Ukrainian President Petro Poroshenko felt quite content, during his visit to Copenhagen in early April 2017, when he heard leading Danish companies that already work, or plan to invest, in Ukraine say that they had already noticed practical results of the reforms. “This is a very good advertisement for potential investors to come and work with us,” he said at a joint press conference with Danish Prime Minister Lars Løkke Rasmussen.
“During the business roundtable with the President, hosted at the Confederation of Danish Industry, I did not hear a single company not giving positive signals about Ukraine; no reservations,” says Morten Munk, Consul of Ukraine to Denmark and CEO of Mafcon. “That enthusiasm is driven by the combination of reforms and financing injected into the country from the IMF and the European Investment Bank that will foster development,” he added.
Mr Munk’s optimism is backed by a recent review of the inbound deliveries to Ukraine from Denmark showing more than ten per cent volume growth over the last 12 month.
Large players present
But there are more reasons for President Poroshenko to be happy — companies such as Carlsberg, Axzon, Cimbria, Ciklum and Jysk have been successfully operating in his country for quite some time, and they have continued their operations even in the times of crisis and have even helped transform the market.
“Carlsberg now has three production facilities in Ukraine. They have changed the local habits and have made beer a drink that is consumed when socialising. Today, Axzon is Ukraine’s second largest producer of pork and is now investing in meat processing. Together with these large players, there are about 150 companies with Danish capital operating in the country, mainly in Western Ukraine, and there creating the largest cluster of Danish manufacturing companies outside the EU. Danish investments in the region have directly and indirectly generated approximately 13,000 jobs,” Mr Munk adds.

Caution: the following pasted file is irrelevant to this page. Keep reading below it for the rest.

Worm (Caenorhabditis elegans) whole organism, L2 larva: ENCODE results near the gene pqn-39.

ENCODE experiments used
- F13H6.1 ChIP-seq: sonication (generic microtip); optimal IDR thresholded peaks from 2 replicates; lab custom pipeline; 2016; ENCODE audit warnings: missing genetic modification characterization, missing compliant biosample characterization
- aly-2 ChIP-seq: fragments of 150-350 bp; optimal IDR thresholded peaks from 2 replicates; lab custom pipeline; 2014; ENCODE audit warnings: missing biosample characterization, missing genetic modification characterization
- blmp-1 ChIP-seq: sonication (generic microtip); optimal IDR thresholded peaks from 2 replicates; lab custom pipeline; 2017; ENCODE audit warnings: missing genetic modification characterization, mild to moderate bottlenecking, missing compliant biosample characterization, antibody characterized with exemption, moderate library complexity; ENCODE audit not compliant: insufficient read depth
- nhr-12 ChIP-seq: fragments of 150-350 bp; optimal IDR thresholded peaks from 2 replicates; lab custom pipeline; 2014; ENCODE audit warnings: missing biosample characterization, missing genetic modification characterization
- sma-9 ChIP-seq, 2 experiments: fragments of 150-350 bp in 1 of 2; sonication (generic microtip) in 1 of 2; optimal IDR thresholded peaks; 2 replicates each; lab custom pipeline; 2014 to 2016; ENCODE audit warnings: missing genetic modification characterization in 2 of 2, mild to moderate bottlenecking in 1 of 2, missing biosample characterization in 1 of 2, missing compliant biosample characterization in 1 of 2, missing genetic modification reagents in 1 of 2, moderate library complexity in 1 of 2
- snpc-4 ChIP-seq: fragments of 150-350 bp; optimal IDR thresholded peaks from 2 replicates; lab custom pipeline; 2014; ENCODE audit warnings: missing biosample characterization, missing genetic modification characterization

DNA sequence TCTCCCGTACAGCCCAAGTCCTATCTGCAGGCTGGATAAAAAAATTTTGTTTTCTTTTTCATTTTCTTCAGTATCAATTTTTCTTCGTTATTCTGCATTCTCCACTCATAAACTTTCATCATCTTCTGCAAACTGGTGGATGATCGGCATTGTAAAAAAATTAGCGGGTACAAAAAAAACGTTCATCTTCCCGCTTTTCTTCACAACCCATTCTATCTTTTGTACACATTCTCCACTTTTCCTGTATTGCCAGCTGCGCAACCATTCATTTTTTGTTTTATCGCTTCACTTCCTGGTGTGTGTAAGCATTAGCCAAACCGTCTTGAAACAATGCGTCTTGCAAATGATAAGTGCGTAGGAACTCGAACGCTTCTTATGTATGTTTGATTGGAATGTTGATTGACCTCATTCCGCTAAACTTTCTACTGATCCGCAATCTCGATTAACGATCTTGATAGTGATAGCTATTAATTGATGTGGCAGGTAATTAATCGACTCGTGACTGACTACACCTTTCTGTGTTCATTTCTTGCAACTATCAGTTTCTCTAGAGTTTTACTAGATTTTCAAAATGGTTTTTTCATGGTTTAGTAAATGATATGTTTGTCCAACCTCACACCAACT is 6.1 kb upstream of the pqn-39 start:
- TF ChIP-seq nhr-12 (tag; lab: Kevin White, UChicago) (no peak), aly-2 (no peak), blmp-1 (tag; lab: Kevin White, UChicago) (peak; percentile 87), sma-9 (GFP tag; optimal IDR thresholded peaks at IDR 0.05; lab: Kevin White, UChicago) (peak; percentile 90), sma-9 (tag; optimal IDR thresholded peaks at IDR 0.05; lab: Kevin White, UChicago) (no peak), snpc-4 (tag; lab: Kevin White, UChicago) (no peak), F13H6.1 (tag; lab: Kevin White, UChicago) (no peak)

Actona, which has been producing upholstered furniture in the outskirts of Lviv since 2008, currently employs about 500 people and is planning to hire 100 more in the upcoming months. “We have had our challenges, for example, related to the depreciation of the hryvnia, but we still believe that Ukraine is the right place for manufacturing,” Torben Villadsen, Actona’s CEO, tells Emerging Europe.
What makes Ukraine such an interesting destination for Danish companies? Jakob Ekholdt Christensen, senior analyst at Danske Bank, says it’s a combination of things. “Very low salaries, which are even more competitive after the devaluation of the hryvnia, together with a well-educated work force and the proximity to the European Union, especially in the case of the western part of the country,” he adds.
Making a change
On top of that are the unlimited opportunities and contribution to the country’s growth.
“In Western Europe, Scandinavia, everybody does the same things in the same way and everything is simple. For me, it means a lot that I am in the region where I can make a difference. I have always had a passion for this region,” says Leif Midtgaard Pedersen, Managing Director at ICT Logistics, which has been providing transportation services and warehouse facilities in Ukraine since 2006, and had previously done business with the Soviet Union in the late 1980s.
“Ukraine is an interesting market for us. One of the reasons is that there are a lot of Danish investors here and they have manufacturing facilities producing furniture, agriculture machinery and shoes, etc., and there are a lot of goods moving between Ukraine and Denmark on a daily basis,” says Helge B. Olesen, Sales and Marketing manager at Uno Transport, which established an office in Kyiv in 2011.
“The thing that makes Denmark a strong investor in other locations is that we tend to cluster together in small areas which leads to our building a strong community,” Lars Vestbjerg, the Founder and President of the Danish Business Association and General Manager of Sika Footwear in Lviv, tells Emerging Europe.